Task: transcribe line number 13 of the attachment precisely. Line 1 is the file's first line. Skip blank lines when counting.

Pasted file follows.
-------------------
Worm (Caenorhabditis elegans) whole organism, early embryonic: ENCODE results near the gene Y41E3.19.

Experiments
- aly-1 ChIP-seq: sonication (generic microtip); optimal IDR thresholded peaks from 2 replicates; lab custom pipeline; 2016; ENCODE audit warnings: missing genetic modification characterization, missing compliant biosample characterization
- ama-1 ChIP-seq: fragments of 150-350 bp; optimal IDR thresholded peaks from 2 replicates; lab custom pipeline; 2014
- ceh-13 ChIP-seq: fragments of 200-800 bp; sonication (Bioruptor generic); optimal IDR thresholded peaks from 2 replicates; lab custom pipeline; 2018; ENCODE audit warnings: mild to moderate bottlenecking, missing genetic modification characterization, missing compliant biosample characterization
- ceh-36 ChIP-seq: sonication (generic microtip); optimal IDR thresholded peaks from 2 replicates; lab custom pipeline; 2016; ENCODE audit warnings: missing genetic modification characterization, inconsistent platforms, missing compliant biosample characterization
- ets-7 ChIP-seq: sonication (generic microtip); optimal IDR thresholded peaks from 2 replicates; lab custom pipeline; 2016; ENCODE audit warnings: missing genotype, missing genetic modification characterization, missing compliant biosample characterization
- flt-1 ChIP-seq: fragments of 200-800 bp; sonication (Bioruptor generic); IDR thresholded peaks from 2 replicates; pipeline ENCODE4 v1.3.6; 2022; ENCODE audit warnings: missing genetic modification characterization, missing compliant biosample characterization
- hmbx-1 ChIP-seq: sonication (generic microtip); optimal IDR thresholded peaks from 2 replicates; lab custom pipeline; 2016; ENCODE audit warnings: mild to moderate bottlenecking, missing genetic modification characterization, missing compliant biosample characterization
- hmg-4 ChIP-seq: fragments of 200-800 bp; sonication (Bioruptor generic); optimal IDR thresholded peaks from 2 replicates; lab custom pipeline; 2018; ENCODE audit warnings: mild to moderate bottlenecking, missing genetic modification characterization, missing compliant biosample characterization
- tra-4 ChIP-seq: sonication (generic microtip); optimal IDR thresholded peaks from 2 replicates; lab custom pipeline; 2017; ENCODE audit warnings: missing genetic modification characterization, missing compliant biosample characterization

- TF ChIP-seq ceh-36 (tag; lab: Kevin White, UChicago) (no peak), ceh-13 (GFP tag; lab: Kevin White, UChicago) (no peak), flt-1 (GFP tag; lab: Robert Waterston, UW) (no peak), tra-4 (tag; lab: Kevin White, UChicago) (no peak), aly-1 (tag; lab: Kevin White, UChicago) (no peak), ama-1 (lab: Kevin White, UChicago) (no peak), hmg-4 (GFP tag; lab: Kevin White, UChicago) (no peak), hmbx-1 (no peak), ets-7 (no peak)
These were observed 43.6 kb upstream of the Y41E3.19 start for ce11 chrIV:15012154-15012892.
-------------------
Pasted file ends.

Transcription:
These were observed 43.6 kb upstream of the Y41E3.19 start for ce11 chrIV:15012154-15012892.